To find out “who had tampered with the shishas”, and whether the person or group was connected to or acting on instruction of the Moroccan team, Talaat confirmed he hired a Moroccan lawyer to file a criminal complaint with the Moroccan authorities. The rider stated that due to the exceptional circumstances, no merits of the Tribunal proceedings should take place until a decision was taken on the criminal complaint, and if necessary apply a retrospective sanction on the outcome of the criminal investigation to assess whether sabotage occurred. It is not clear if the criminal complaint has been finalised.
In its written submissions to the Tribunal, the FEI stated that the violation is a “strict liability” offence, established simply by proof that the prohibited substance was present in Talaat’s sample, and the B sample also confirmed this. The presence of the substance was not disputed by Talaat and therefore the FEI submitted that it had discharged its burden of establishing the rider had violated the rules.
The FEI noted Talaat’s explanation of sabotage by another team, but as the rider did not provide any evidence this was deemed by the FEI “mere speculation”. The FEI requested more information and explanations but Talaat did not respond. Despite Talaat’s claims of “innocent exposure” to cannabis, the FEI considered that even if passive smoking shisha provided a plausible explanation for the adverse finding, Talaat had not submitted any substantiated evidence of such a scenario.
The FEI submitted that Talaat could have perceived the risk of going to the shisha bar and smoking shisha during the event, and by doing so he had not exercised “utmost caution” in his duty of care. The FEI believed he exposed himself to a risk he was already aware of, therefore was at fault for the violation, and requested the Tribunal impose a two-year period of ineligibility.
During the hearing’s closing proceedings, Talaat raised concerns that his rights of defence had been violated by not having his case heard in a timely manner, and the delay was not attributable to him. He claimed “opportunity costs” were suffered throughout the proceedings owing to a two-year period of “immense uncertainty”. Initially he voluntarily did not compete, but since his case did not seem to progress he eventually resumed riding. He claimed the uncertainty negatively affected his results, mental wellbeing and health, and the delay should be reflected in the outcome of the proceedings and a significant reduction in sentence would be appropriate as he had to wait “10 times longer” for his case to be dealt with than what the World Anti-Doping Agency considers timely.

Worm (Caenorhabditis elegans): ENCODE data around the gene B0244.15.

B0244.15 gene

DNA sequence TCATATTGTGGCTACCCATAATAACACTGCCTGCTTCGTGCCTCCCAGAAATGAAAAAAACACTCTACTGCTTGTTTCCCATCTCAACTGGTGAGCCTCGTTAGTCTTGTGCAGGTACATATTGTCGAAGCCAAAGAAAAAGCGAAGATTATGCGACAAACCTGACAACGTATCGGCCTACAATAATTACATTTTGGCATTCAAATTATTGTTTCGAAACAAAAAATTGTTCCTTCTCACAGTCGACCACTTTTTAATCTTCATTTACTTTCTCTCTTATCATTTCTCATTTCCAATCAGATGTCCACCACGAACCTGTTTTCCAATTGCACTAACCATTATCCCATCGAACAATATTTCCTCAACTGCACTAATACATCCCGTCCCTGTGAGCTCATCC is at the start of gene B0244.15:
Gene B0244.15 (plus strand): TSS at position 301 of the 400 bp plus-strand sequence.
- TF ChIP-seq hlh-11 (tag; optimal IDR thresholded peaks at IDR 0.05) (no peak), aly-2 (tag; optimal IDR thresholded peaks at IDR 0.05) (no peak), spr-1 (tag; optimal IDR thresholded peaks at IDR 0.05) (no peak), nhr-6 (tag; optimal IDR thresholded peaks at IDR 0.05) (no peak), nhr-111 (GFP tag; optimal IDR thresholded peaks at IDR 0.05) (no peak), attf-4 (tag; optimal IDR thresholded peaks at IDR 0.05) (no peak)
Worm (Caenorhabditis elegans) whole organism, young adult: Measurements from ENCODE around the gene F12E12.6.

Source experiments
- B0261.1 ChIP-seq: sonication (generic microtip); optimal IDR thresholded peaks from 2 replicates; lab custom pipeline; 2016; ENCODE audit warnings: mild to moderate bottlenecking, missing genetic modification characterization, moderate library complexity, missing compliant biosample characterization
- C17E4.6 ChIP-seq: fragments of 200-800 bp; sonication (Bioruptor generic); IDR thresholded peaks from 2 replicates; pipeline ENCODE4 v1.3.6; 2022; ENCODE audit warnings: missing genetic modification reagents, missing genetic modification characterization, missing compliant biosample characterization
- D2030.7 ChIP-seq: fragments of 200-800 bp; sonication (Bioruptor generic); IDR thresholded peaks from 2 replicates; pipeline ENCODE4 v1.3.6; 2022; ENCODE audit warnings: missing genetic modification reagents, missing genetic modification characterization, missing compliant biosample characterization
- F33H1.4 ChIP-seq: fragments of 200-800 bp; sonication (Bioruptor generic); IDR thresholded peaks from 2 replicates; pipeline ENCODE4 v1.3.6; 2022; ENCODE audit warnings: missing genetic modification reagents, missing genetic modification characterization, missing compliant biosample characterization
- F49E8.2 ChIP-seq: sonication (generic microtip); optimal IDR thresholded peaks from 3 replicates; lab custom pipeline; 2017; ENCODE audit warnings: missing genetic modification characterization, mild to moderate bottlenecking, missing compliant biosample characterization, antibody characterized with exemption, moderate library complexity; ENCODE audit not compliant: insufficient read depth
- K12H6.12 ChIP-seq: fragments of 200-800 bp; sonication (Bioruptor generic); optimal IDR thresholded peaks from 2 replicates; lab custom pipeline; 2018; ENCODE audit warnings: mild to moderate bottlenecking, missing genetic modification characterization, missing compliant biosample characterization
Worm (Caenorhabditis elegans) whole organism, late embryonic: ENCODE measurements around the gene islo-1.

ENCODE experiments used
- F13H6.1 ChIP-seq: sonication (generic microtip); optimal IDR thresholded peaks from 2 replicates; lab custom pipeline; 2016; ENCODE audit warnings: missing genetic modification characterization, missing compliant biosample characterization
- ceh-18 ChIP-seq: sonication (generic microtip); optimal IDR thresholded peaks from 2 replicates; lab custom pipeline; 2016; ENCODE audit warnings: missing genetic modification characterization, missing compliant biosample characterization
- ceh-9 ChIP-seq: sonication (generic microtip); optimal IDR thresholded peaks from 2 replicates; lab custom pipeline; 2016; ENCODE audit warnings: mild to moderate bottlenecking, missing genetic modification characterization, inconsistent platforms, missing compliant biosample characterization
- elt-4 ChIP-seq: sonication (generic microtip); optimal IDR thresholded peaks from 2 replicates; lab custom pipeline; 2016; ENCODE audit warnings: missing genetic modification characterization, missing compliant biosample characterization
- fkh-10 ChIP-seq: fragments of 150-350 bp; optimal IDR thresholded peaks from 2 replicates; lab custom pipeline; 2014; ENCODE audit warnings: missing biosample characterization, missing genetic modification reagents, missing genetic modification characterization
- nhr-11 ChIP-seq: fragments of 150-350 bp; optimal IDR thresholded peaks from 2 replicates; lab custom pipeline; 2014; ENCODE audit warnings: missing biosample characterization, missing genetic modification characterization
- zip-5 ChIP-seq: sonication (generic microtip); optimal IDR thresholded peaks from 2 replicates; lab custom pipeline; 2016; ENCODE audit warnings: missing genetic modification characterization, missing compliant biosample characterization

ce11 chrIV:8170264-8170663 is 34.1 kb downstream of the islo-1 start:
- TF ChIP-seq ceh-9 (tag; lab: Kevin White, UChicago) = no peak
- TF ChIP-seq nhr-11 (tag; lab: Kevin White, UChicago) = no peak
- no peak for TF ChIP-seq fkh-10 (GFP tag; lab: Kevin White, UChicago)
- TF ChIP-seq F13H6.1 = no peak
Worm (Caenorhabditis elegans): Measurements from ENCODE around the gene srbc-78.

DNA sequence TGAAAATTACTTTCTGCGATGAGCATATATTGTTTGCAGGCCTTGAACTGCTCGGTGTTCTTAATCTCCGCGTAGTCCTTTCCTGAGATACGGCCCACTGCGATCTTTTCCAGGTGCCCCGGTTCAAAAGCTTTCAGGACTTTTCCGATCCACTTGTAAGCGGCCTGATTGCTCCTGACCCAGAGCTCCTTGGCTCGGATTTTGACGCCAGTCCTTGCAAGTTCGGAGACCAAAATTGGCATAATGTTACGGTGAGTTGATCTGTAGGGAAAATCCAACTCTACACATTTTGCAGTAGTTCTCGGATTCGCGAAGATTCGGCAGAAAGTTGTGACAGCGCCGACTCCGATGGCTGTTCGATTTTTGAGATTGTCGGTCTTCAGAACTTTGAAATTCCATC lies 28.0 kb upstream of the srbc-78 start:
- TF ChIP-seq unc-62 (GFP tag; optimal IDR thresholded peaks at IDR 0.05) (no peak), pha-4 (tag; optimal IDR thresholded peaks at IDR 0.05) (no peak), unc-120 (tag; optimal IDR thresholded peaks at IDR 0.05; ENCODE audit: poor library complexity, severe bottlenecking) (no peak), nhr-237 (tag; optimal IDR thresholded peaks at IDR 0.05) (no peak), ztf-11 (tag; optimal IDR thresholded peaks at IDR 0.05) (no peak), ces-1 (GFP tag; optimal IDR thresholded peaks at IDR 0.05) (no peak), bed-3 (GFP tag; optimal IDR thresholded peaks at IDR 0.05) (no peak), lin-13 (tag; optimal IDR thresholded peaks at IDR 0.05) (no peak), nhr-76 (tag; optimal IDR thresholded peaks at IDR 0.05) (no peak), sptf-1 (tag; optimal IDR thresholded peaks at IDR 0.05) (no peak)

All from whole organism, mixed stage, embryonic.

The FEI acknowledged the proceedings had “taken some time” but submitted this was largely due to the fact the source was not established and the arguments put forward were examined and addressed in detail.
The Tribunal considered Talaat’s suggestion of sabotage but noted no corroborating evidence was submitted and such conclusions “could not be formed”. The Tribunal found the rider’s witnesses provided “no clear facts or findings” of sabotage, other than hypothetical claims and therefore no Talaat had failed to establish how the prohibited substance entered his system.
The Tribunal ruled that the FEI had established an anti-doping rule violation to the comfortable satisfaction of the Tribunal, and ordered a two-year period of ineligibility from 17 June 2021. This means all his results from 17 June 2021 are disqualified. This includes his results obtained with Darshan at the Tokyo Games, resulting in the disqualification of the Egyptian showjumping team. The team were 11th in the team qualifying competition, but only the top 10 teams went through to the final.
Talaat was fined 7,500 CHF (£5,981), and must contribute 2,000 CHF (£1,595) towards FEI costs. The rider can appeal the decision to the Court of Arbitration of Sport, within 21 days.